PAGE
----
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What are stromal cells?
support cells in the tissue (CT, BV, etc)
What are parenchymal cells?
- uniquely adapted to perform the fxn of an organ
- Ex: parenchymal cells of heart are cardiomyocytes; of liver are hepatocytes
What are mesenchymal cells?
cells of mesodermal or neural crest origin that give rise to CT, blood, and muscle
What is an oma?
What is a carcinoma?
malignant tumor of epithelial origin
What is a sarcoma?
malignant tumor of mesenchymal origin
What is the cancer stage is M=1?
every cancer is stage IV if M=1
- no penetration of basement membrane by the tumor
- Ex: polyp growing but has not grown into basement membrane
tumor has grown through basement membrane, but is still local
invasion of tumor into other organs/neighboring tissue
Four ways cancer can spread.
- Direct (right out of local site)
- Thru lymph nodes
- Thru blood
- Thru incisions (biopsy, surgery)
What is leiomyoma? leiomyosarcoma?
- beinign tumor of smooth muscle
- malignant tumor of smooth muscle
What does well-differentiated mean?
- In a benign tumor, for example, it looks like the cells from which it came.
- Myoma looks like myocytes; melanoma looks like melanocytes
Six things ("super powers") that a cell needs to become cancerous.
- Self-sufficiency in growth signals (accelerator)
- Insensitivity to anti-growth signals (brake)
- Evade apoptosis (ignore the signal)
- Sustained angiogenesis
- Limitless replicative potential (turns on telomerase)
- Tissue invasion and metastasis
What is a proto-oncogene?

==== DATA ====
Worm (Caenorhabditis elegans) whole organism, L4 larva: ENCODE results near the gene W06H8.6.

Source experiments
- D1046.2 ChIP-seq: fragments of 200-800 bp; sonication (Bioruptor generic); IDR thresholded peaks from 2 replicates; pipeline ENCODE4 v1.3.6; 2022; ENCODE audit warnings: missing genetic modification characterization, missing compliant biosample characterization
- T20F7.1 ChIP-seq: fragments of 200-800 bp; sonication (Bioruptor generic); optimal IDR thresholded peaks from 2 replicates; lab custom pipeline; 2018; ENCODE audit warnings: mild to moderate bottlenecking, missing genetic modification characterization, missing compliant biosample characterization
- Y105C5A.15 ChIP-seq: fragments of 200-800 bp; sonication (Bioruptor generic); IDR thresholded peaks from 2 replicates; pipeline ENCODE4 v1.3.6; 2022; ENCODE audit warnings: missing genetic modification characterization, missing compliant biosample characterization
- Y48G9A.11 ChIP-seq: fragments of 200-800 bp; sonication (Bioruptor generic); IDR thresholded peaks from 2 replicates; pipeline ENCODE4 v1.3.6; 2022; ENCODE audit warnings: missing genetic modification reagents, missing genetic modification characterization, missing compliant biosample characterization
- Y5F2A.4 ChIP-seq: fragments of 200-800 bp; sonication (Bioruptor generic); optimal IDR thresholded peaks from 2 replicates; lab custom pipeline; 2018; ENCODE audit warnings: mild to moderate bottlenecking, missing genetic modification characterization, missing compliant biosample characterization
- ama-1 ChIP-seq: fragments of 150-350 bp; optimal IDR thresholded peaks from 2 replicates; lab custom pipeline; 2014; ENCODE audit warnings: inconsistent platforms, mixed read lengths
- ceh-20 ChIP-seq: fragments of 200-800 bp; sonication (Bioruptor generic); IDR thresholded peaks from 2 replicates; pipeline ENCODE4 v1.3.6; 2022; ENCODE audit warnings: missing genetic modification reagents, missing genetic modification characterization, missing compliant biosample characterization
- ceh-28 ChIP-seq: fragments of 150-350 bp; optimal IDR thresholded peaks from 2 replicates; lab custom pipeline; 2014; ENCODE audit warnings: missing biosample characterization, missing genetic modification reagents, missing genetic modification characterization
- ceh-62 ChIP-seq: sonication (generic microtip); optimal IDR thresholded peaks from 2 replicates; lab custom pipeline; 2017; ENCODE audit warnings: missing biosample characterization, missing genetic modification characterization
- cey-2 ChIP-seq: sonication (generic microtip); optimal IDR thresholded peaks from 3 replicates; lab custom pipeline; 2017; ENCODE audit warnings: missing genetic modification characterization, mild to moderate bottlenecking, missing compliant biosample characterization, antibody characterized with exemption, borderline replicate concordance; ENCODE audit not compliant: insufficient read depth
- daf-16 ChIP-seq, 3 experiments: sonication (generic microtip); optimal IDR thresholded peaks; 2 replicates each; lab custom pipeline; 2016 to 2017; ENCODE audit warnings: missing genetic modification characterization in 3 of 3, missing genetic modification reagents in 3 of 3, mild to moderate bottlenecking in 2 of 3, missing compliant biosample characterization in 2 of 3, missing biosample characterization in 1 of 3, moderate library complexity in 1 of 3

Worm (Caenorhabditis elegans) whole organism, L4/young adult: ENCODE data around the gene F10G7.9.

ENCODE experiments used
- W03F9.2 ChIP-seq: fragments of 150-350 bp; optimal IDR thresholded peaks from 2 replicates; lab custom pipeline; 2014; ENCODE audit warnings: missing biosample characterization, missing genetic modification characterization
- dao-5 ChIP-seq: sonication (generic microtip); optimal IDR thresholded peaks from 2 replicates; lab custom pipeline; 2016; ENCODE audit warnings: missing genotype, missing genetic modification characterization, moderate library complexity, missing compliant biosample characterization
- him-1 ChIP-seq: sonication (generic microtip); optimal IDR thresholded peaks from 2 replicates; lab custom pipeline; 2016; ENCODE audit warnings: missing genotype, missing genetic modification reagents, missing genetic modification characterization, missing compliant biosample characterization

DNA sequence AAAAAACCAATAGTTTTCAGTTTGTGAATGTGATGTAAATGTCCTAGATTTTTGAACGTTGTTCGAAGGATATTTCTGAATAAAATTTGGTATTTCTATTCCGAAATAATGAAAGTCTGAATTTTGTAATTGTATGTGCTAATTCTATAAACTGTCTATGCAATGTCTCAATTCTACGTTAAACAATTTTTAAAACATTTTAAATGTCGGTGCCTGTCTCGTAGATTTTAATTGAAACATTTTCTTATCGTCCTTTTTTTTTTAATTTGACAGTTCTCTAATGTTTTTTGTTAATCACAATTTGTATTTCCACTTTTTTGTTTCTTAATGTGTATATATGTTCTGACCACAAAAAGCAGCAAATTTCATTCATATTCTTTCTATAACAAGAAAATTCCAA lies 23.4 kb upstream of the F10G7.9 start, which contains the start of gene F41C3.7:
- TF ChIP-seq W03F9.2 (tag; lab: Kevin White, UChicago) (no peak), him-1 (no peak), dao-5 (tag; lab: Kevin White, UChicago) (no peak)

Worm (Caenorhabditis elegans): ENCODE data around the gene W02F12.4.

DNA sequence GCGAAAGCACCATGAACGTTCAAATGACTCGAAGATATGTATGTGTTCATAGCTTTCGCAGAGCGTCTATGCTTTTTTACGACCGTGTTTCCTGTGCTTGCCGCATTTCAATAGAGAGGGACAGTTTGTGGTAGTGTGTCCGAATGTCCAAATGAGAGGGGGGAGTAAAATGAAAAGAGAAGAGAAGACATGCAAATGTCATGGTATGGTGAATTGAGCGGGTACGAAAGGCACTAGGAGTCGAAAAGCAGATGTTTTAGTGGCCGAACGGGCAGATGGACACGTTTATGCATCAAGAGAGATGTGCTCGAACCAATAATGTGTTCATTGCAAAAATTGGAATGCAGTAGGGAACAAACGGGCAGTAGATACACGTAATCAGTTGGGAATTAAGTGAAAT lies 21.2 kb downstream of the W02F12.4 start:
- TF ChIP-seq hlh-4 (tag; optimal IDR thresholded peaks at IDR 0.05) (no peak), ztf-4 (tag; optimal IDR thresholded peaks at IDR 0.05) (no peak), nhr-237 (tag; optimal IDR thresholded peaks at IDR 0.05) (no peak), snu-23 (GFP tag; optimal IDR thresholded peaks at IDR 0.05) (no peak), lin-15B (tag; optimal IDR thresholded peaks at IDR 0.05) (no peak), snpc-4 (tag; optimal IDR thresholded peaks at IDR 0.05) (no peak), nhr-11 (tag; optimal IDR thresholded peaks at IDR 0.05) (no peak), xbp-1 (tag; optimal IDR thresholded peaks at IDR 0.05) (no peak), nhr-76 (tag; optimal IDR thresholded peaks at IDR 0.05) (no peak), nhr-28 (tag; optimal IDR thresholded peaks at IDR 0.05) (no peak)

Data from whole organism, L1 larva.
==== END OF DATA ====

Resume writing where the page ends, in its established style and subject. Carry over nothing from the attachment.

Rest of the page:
- normal gene w/ normal function
- a protein whose normal cellular gene can be converted into a cancer-promoting oncogene by mutation
How many mutations are needed in a proto-oncogene to make it cancerous?
Examples of proto-oncogene mutations.
- bcl-2: B-cell Lymphoma
- HER2/neu (erbB-2): Breast or ovarian cancer & others (epidermal growth factor Receptor)
- N-myc: Neuroblastoma
- C-myc: Burkitt lymphoma, others
- **Ras - various, 20-30% of ALL cancers**
Two things that can happen with chromosomal translocations.
- Too much protein
- Synthesis of a Novel Fusion protein (a new protein is produced that did not exist, or did exist and causes cancer)
Examples of Tumor Suppressor Genes.
- p53: various
- BRCA1, BRCA2: breast and ovarian (BReast CAncer)
- APC: colorectal (Adenomatous Polyposis Coli)
- RB1: various (RetinoBlastoma)
- MSH2: colorectal, endometrial, gastric
- NF1, NF2: neuroblastoma, etc. (neurofibromin)
What is a germline mutation?
A baby is born with one already mutated tumor suppressor gene
Proto-oncogenes _____ a function and need _____ how many mutations to do this?
Tumor Suppressor Genes _____ function and need how many mutations to do this?
What can happen when cancer gets into the blood?
It can travel through the blood and land on a distant organ, colonize it, and cause a secondary cancer site
How can cancer spread through surgery?
The scalpel can drag cancer cells into neighboring tissue
How does a cancer cell develop limitless replicative potential?
turns on telomerase, which keeps the telomeres from getting too short and signaling the cell to stop growing
B-cell Lymphoma proto-oncogene mutation
HER2/neu (erbB-2) mutation
Breast or Ovarian cancer proto-oncogene mutation
Neuroblastoma proto-oncogene mutation
Burkitt Lymphoma proto-oncogene mutation
- proto-oncogene mutation
- 20-30% of ALL cancers
Tumor Suppressor Gene mutation for various cancers
BRCA1, BRCA2 mutation
- Tumor Suppressor Gene mutation for BReast and ovarian CAncers
- BRCA1 is the DNA repair molecule
Tumor Suppressor Gene mutation for colorectal cancer (Adenomatous Polyposis Coli)
Tumor Suppressor Gene mutation for colorectal, endometrial, & gastric cancers
NF-1, NF-2 mutation
Tumor Suppressor Gene mutation for Neuroblastoma (neurofibromin)
_____ is one of several targets of the activated RAS pathway.